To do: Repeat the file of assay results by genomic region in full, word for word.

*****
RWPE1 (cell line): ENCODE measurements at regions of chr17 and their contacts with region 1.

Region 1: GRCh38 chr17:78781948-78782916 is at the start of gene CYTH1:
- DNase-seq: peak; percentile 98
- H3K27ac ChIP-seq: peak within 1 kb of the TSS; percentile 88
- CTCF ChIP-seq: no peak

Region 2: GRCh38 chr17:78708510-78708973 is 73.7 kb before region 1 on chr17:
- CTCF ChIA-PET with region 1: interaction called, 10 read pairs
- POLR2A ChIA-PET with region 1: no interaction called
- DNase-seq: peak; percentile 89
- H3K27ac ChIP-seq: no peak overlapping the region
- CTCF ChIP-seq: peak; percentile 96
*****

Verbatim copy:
RWPE1 (cell line): ENCODE measurements at regions of chr17 and their contacts with region 1.

Region 1: GRCh38 chr17:78781948-78782916 is at the start of gene CYTH1:
- DNase-seq: peak; percentile 98
- H3K27ac ChIP-seq: peak within 1 kb of the TSS; percentile 88
- CTCF ChIP-seq: no peak

Region 2: GRCh38 chr17:78708510-78708973 is 73.7 kb before region 1 on chr17:
- CTCF ChIA-PET with region 1: interaction called, 10 read pairs
- POLR2A ChIA-PET with region 1: no interaction called
- DNase-seq: peak; percentile 89
- H3K27ac ChIP-seq: no peak overlapping the region
- CTCF ChIP-seq: peak; percentile 96